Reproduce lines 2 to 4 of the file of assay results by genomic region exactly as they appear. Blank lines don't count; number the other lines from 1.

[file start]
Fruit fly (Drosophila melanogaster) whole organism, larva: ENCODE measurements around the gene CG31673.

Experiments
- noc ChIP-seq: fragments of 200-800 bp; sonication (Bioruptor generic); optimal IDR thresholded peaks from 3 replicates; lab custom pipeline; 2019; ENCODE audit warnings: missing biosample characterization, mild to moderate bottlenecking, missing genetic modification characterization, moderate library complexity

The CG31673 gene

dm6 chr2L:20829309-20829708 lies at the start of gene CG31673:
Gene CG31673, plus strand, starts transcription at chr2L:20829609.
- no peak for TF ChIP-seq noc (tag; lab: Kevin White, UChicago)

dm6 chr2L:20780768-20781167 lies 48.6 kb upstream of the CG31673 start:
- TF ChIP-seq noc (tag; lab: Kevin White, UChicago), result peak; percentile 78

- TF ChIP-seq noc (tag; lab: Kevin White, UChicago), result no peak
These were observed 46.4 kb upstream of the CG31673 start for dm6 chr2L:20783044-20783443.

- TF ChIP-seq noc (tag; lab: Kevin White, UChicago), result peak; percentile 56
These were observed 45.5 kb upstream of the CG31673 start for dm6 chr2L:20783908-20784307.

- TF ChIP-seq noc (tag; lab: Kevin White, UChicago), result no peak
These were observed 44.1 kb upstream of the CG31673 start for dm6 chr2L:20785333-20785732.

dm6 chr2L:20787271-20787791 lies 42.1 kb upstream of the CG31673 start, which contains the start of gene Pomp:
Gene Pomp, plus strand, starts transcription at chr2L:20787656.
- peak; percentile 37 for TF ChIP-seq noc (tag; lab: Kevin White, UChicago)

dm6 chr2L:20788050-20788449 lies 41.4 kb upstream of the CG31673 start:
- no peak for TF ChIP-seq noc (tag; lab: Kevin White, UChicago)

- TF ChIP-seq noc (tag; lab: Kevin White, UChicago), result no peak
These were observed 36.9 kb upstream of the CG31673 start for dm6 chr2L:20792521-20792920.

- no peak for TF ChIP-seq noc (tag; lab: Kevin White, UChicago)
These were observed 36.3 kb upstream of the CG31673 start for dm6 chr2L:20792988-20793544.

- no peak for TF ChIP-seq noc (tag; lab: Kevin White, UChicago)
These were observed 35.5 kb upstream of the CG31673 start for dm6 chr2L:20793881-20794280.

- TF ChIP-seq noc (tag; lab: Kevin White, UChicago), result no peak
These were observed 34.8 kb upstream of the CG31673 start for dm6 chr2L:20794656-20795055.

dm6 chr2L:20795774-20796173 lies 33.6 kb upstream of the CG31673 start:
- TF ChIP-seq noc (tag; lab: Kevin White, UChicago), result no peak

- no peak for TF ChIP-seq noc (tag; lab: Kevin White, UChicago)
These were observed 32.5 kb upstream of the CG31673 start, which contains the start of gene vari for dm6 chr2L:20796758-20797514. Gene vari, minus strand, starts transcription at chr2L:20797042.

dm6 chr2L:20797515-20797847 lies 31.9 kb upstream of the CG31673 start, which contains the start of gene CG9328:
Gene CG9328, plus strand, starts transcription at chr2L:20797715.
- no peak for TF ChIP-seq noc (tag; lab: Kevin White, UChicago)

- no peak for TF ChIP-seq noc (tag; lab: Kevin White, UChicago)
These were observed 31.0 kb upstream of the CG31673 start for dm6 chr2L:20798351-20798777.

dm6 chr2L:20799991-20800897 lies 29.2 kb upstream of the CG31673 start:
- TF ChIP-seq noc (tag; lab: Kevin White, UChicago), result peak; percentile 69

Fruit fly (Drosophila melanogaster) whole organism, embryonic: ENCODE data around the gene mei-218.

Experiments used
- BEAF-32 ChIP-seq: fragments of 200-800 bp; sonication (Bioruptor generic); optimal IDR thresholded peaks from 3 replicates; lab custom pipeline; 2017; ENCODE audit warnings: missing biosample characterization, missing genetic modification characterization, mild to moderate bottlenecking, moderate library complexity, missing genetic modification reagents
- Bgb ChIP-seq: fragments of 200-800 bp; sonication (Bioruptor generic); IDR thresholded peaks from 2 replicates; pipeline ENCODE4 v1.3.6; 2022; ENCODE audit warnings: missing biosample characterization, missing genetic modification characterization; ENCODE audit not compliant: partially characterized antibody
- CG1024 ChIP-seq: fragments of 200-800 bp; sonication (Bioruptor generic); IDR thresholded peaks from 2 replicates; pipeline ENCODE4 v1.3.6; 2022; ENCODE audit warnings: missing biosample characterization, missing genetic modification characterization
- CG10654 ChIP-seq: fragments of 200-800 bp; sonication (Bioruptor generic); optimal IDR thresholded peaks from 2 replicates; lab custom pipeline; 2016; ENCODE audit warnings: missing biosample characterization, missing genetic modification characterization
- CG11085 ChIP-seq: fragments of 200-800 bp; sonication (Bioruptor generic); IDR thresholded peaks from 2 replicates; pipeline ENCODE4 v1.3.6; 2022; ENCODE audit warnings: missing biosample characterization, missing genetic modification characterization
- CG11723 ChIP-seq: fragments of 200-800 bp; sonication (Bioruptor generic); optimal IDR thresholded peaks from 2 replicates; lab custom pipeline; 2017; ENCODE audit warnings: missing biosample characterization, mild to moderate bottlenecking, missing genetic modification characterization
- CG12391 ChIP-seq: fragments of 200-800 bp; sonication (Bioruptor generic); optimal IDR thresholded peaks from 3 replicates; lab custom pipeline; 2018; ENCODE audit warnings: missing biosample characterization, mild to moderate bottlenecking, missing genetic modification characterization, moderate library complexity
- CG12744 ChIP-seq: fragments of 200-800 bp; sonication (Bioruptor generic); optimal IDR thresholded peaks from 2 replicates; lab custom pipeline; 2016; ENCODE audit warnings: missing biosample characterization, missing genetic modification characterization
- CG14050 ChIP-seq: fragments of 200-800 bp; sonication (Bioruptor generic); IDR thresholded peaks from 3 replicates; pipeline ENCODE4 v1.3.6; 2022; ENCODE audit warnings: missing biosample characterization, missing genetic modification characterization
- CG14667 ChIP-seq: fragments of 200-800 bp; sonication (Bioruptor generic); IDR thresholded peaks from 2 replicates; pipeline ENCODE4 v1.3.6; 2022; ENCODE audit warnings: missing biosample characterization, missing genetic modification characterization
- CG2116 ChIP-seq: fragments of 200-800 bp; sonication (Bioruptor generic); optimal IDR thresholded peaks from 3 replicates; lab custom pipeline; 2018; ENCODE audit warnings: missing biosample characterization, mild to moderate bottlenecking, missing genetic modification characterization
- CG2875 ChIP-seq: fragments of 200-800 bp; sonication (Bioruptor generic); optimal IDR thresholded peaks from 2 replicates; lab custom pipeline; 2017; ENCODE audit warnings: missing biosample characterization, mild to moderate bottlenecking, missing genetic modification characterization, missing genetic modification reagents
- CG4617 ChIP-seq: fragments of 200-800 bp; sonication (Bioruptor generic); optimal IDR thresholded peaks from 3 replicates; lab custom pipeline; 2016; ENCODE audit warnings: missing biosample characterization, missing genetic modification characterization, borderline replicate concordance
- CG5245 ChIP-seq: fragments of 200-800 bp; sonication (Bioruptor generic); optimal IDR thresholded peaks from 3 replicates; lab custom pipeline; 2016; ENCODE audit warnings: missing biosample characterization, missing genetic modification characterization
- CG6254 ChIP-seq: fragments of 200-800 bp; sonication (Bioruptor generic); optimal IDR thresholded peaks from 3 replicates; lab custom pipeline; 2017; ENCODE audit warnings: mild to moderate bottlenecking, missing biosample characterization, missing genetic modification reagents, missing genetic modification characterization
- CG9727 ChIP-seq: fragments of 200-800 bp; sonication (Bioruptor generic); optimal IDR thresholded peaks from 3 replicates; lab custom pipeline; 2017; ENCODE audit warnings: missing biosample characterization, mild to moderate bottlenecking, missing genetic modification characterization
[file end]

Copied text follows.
Experiments
- noc ChIP-seq: fragments of 200-800 bp; sonication (Bioruptor generic); optimal IDR thresholded peaks from 3 replicates; lab custom pipeline; 2019; ENCODE audit warnings: missing biosample characterization, mild to moderate bottlenecking, missing genetic modification characterization, moderate library complexity

The CG31673 gene